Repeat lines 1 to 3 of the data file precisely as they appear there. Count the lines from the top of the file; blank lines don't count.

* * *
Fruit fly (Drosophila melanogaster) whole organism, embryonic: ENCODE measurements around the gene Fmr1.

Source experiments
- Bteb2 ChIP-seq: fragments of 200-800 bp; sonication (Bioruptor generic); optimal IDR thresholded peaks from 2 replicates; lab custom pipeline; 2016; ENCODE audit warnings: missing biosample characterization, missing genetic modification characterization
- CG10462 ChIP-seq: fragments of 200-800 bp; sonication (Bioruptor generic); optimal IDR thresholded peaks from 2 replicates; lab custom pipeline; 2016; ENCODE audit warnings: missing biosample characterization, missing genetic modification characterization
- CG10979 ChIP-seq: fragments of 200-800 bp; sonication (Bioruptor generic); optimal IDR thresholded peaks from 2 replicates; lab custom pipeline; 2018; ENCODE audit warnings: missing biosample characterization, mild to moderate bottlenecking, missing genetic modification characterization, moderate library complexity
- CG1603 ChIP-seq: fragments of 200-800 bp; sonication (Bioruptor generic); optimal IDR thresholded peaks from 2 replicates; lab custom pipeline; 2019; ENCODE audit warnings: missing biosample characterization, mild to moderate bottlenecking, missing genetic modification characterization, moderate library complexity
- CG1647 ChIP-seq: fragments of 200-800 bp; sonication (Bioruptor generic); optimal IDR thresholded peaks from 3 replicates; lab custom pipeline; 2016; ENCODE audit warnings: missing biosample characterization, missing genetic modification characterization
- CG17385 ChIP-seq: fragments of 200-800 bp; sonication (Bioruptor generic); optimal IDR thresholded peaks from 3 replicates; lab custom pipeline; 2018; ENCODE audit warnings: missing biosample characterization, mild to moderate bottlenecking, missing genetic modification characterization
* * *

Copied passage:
Fruit fly (Drosophila melanogaster) whole organism, embryonic: ENCODE measurements around the gene Fmr1.

Source experiments
- Bteb2 ChIP-seq: fragments of 200-800 bp; sonication (Bioruptor generic); optimal IDR thresholded peaks from 2 replicates; lab custom pipeline; 2016; ENCODE audit warnings: missing biosample characterization, missing genetic modification characterization